Sharks of some description have been on this planet for hundreds of millions of years. They have weathered major changes in climate – periods of glaciation and warmth – but the rapid and acute change that they’re currently experiencing is something new.
By releasing greenhouse gases into the atmosphere, humans are changing the global climate in ways that are affecting the marine environment in terms of weather patterns, water temperature, sea level, ocean chemistry, currents, coastal erosion and the frequency of storms. We have already observed many of these effects, but scientists are expecting them to become more severe as climate change continues. Changes to the foundations of the marine environment such as this are likely to affect marine creatures’ food supply, migration patterns, distribution, reproduction and relationships with other parts of the food web. These changes could also affect the way animals behave. Sharks are no exception.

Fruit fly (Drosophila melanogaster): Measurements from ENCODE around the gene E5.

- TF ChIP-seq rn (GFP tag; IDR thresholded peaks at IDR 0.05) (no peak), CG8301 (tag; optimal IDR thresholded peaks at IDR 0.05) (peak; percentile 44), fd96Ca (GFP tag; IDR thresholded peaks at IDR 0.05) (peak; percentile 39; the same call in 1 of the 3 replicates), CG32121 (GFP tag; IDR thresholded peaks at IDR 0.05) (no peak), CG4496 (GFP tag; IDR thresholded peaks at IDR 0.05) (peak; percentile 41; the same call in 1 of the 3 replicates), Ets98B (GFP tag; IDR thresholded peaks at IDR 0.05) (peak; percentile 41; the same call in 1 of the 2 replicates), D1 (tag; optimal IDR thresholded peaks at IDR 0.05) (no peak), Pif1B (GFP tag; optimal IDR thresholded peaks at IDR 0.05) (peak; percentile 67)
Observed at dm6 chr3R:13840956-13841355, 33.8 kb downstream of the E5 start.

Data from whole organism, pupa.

Scientists recently made predictions that two shark species in Australia, for example, may move southwards – away from the equator – at a rate of 40 miles per decade to escape warming waters. And scientists are already finding evidence that fish are moving polewards in this way, so their predators – like sharks and rays, seabirds and marine mammals, among others – will have to follow them.
Sharks are slow to evolve – they generally grow slowly, mature late in life and have long generation times – so it is difficult for them to adapt to the new conditions brought about by the rapid climate change we’re inducing now.
Climate change is happening now; it is ongoing and it is going to get worse before it gets better. Even in the midst of this change, we don’t know for sure what to expect. Nevertheless, scientists conduct experiments day by day and observe how the earth’s climate and environment are changing, giving us more information about what’s happening and what to expect. This is particularly important when it comes to species that are already endangered and exposed to a multitude of threats – and sharks and rays qualify in both respects. As we gain more knowledge, we are able to make informed decisions about how to mitigate the threats and manage our behaviour for the benefit of the planet – and, by extension, ourselves.